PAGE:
Job-embedded professional development (JEPD) refers to teacher learning that is grounded in day-to-day teaching practice and is designed to enhance teachers’ content-specific instructional practices with the intent of improving student learning (Darling-Hammond & McLaughlin, 1995; Hirsh, 2009). It is primarily school or classroom based and is integrated into the workday, consisting of teachers assessing and finding solutions for authentic and immediate problems of practice as part of a cycle of continuous improvement (Hawley & Valli, 1999; National Staff Development Council, 2010). JEPD is a shared, ongoing process that is locally rooted and makes a direct connection between learning and application in daily practice, thereby requiring active teacher involvement in cooperative, inquiry-based work (Hawley & Valli, 1999). High-quality JEPD also is aligned with state standards for student academic achievement and any related local educational agency and school improvement goals (Hirsh, 2009).'
They never tell you in teacher school, and it's rarely discussed elsewhere. It is never, ever portrayed in movies and tv shows about teaching. Teachers rarely bring it up around non-teachers for fear it will make us look weak or inadequate....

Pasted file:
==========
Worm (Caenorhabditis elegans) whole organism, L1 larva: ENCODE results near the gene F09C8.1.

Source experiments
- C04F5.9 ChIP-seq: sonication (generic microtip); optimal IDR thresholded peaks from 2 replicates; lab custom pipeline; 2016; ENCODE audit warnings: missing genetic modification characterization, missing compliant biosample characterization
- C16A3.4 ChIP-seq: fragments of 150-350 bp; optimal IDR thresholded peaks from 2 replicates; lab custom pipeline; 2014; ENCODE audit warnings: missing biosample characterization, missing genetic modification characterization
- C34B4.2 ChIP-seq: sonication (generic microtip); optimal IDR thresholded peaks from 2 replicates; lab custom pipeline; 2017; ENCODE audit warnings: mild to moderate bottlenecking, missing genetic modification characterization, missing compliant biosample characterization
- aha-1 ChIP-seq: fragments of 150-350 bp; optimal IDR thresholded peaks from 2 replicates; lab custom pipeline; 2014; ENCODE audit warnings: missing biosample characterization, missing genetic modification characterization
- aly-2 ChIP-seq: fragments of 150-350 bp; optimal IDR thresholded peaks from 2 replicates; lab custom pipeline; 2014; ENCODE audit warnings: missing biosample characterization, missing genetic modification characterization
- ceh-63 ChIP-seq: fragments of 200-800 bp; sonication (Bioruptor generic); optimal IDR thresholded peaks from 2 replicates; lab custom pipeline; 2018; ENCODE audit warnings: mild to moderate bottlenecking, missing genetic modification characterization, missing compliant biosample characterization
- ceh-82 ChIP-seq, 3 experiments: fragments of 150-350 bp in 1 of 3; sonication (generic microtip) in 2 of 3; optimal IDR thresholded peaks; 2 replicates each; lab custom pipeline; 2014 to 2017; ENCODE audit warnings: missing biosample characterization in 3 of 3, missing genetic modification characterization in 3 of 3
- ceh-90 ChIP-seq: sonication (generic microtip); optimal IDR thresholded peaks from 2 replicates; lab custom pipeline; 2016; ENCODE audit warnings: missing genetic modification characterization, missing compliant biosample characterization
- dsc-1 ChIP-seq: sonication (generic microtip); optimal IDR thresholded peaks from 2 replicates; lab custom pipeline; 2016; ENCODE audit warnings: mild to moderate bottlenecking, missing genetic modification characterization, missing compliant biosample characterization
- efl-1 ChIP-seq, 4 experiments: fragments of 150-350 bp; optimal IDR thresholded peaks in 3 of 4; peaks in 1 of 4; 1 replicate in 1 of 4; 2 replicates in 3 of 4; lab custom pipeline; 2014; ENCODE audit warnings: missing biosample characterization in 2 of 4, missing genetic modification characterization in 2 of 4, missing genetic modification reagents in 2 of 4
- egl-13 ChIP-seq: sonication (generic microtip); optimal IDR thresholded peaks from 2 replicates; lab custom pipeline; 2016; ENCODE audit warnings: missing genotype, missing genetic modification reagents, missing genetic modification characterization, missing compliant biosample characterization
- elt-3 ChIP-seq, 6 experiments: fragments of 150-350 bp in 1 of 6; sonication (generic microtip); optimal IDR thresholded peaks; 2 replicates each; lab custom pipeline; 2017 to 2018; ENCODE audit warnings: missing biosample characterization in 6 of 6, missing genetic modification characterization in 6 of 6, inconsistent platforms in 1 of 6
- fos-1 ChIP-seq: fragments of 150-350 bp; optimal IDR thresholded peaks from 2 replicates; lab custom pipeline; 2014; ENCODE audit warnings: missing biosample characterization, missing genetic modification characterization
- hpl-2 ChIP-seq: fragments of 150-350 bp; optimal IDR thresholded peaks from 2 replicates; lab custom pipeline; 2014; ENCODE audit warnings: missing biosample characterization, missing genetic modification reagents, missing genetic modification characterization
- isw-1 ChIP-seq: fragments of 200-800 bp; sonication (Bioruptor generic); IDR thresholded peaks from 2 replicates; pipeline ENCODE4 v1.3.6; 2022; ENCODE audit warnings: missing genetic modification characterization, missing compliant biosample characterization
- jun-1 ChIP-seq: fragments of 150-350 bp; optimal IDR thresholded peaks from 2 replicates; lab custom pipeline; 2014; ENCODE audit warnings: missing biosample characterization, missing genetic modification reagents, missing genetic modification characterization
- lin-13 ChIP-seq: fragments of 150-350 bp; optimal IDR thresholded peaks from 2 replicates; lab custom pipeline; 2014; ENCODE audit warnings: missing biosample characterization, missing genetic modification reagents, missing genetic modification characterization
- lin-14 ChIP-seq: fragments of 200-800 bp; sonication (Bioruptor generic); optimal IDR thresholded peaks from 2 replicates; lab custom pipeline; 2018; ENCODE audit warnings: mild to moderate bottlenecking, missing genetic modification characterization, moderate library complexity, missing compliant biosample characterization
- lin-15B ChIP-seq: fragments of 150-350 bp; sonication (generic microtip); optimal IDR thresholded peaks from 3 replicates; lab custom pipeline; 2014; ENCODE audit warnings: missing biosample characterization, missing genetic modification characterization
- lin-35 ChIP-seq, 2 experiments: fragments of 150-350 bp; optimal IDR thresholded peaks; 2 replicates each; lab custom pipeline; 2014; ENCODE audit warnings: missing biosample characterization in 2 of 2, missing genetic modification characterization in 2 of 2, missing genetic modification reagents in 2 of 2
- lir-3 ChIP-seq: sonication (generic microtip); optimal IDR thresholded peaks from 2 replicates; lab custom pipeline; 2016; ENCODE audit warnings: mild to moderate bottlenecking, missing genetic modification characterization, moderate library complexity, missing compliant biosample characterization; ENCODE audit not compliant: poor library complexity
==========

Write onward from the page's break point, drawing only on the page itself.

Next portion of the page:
What Induction Coaches Do by Dawn Casey-Rowe, Social Studies Teacher and Learnist Evangelist New teachers face many challenges. They are entering the field at one of the most demanding times ever, and turnover is high....
Mary Perfitt-Nelson's insight:
"The coaches observe and offer suggestions, help teachers design and achieve goals, and give new teachers a sounding board when sticky situations arise. Often new teachers feel insecure asking questions of evaluators, fearing they may not be doing well enough, and that their job could be at risk."
This post is part of the HBR Insight Center Making Collaboration Work. Teamwork and collaboration are critical to mission achievement in any organization that has to respond quickly to changing circumstances.
Are you too cautious? The fear barometer on our collective psyche has dialled up in recent weeks. David Hain's insight: Some very good point here - I particularly like the idea of the cost of doing nothing, which is often high and painful.
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